New York City was the epicenter of dystopian movies in the early 1980s – heroes and monsters of horror, sci-fi, and action fought in its streets. It created a new genre – one that has since faded into the background. It deserves a come back.
Hollywood is, if nothing else, derivative. Think about your favorite older horror movies – stories of demonic possession to monsters to deranged killers taking place a haunted house, a cabin in the woods or a castle out in Eastern Europe. Over time, audiences got wise to that, and told the studios they wanted more. By the late 1960s studios were going out into new locations, coming up with new concepts and finding all new ways to entertain audiences.
By the late 1970’s Americans had lived in the shadow of the Cold War for over thirty years. The constant threat of nuclear holocaust loomed heavy over people, especially the younger generation who were growing up knowing nothing else in life. This started movie makers down a path of producing films that dealt with a subject that Hollywood, and Americans, were really starting to grasp. What would happen if the worst possible outcome happened? If bombs were to go off, what would happen to the people who survived? Would there still be a society? What would happen to the cities we all knew? Early examples that fueled this concept would be the Mad Max movies – people living a desperate life trying to survive in an unforgiving dystopian world.
Producers have always been pretty fond of the Big Apple, though, so while Australia brought us the concept of where the world might go Walter Hill took a frank look at what lawlessness could look like in New York City with The Warriors. The film told the story of a gang from Coney Island who travel uptown to meet with ambassadors from every other gang in the city in an effort to get a peace treaty between them, since they would combine to outnumber the cops three to one.
The leader of the gang that organizes the meeting is murdered and the Warriors get blamed, forcing them to fight their way across the city in an effort to get back home. Hill took an unflinching look at what New York was really like in the late 70s – the crime, the grit and grime, the hopelessness the residents would feel there.
Later, seeming to draw influence from that version of New York John Carpenter brought a truly dystopian vision of the city with Escape from New York. Where Hill tried to keep a realistic edge to his story, Carpenter leapt headfirst into sci-fi, explaining that crime had risen to such a degree that the United States opted to turn the entire island of Manhattan into a prison. As much as the plot moved toward the unrealistic, though, the actual depiction of the city really seemed to stay true to the state of decay it was experiencing.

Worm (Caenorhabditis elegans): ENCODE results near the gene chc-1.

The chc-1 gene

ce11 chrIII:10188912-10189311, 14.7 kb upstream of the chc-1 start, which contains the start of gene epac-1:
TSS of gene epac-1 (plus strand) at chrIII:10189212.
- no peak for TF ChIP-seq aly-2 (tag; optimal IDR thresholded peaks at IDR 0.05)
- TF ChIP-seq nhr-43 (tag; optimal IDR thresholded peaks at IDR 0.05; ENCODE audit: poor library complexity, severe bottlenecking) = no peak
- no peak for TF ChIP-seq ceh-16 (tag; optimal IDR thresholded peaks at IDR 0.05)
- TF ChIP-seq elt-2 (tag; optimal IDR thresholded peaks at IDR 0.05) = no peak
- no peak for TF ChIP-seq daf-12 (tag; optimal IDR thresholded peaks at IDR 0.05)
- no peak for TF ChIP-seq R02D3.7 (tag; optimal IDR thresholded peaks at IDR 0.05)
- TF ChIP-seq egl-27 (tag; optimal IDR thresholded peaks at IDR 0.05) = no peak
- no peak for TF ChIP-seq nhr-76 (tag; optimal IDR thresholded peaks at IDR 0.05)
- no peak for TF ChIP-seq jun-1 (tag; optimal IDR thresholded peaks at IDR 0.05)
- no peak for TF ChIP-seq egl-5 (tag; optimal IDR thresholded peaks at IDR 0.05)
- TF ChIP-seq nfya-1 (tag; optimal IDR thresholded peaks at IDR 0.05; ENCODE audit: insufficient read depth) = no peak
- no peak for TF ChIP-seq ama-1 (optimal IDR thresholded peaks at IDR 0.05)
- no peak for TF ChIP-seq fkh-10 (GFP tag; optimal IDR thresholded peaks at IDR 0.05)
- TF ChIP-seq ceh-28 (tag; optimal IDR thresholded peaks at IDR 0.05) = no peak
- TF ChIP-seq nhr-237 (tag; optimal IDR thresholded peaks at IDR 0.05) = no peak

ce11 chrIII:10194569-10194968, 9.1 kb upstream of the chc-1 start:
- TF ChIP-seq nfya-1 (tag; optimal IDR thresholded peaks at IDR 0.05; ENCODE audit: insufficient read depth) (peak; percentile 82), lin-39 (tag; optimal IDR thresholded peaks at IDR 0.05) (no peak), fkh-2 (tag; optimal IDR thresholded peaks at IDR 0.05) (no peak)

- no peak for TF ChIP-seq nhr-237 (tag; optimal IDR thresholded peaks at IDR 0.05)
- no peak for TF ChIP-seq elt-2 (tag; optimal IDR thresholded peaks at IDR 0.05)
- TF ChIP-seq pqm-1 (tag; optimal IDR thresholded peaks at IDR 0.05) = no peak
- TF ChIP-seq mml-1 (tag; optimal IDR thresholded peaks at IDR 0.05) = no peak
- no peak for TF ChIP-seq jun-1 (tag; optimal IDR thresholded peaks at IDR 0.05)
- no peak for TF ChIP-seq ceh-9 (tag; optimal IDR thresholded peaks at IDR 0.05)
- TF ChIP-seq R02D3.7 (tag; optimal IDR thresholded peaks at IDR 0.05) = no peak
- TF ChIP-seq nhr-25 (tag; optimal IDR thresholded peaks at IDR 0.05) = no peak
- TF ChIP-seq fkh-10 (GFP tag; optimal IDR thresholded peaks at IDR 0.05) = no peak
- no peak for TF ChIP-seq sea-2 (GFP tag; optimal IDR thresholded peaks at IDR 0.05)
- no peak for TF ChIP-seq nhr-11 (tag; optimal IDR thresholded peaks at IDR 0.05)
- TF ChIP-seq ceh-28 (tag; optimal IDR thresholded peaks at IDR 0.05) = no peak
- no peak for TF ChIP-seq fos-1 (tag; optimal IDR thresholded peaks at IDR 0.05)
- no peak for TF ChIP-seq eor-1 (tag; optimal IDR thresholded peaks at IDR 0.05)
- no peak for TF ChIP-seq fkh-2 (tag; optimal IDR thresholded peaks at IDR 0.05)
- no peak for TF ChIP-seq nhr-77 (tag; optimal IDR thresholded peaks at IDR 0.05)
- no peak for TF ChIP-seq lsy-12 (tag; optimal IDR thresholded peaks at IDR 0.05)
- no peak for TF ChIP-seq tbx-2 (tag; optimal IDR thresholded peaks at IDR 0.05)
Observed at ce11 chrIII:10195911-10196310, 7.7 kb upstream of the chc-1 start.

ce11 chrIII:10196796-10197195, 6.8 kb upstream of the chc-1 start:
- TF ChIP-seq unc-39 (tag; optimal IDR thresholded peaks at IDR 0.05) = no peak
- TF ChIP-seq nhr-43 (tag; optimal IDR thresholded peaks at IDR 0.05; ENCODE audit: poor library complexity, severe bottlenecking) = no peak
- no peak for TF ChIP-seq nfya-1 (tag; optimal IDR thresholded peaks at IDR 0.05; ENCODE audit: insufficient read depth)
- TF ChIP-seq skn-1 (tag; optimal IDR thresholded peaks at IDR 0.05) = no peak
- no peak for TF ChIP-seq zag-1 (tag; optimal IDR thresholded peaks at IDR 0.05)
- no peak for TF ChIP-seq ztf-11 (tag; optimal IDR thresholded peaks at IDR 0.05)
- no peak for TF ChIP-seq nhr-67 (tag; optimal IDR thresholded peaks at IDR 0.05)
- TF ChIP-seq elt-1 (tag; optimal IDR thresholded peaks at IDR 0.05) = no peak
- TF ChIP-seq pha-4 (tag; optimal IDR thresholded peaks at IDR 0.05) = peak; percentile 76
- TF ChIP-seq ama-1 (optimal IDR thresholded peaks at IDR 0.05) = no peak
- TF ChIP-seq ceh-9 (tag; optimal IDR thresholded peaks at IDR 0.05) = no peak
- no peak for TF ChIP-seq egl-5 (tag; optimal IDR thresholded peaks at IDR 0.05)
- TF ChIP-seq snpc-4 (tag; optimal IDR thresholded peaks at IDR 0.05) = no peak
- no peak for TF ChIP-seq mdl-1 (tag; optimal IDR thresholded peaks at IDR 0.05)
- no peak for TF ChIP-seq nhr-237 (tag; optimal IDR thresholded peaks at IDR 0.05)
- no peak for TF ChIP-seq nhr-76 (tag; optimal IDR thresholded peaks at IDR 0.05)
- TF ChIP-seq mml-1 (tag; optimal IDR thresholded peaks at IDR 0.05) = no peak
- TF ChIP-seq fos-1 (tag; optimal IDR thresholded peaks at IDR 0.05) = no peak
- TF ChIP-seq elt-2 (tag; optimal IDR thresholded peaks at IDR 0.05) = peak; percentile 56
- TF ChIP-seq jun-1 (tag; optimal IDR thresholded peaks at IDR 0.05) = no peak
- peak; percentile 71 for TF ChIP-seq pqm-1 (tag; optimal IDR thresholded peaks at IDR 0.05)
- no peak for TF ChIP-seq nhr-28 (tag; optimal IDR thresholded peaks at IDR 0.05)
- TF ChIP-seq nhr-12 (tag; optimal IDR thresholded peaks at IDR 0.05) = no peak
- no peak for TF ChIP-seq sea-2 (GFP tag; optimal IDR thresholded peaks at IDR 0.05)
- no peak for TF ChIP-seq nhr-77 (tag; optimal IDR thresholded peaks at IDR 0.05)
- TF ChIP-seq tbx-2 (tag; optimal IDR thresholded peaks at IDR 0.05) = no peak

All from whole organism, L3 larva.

Watching a lot of horror films will already tell you that most of the Italian directors of the time loved using the city as a backdrop for everything from serial killers to subterranean mutants to giant alligators. But even those stuck closer to Hill’s approach in staying within a somewhat realistic setting, just embellishing for sake of the story.
Less than a year after the release of Escape from New York saw the release of the first part in a trilogy from producer Fabrizio De Angelis and director Enzo G Castellari, 1990: The Bronx Warriors. ‘1990’ and its sequels The New Barbarians and Escape from the Bronx were, at best, schlock. They were attempted cashing in on what they saw as a fad with the urban decay and lawlessness that could be shown all through the city. They were, by and large, ignored in their initial releases, but as things tend to work out in Hollywood, they grew to have a significant cult following. If nothing else, they’re worth watching for the “so bad they’re good” factor. Far more recently, we even saw a full comic book series in DMZ that drew heavily from Escape from New York and other dystopian concepts to fuel its narrative.
So what happened to this genre? Why was its popularity so brief? You could argue that similar films are still out there, just on a much broader scale, focusing less on one city and instead whole countries. Historically it wouldn’t really seem to be reaching to guess that NYC Mayor Ed Koch may have asked the film industry to stop depicting his city as a hell hole waiting to kill everyone who dared set foot inside it. Once we’d reached the end of the Cold War it’s safe to think the general public felt a wave of optimism that would collectively shift people away from movies about war torn wastelands. I, for one, hope the concept makes a comeback, though. The idea of gangs running the streets, the urban decay – it’s a setting that could fill countless stories.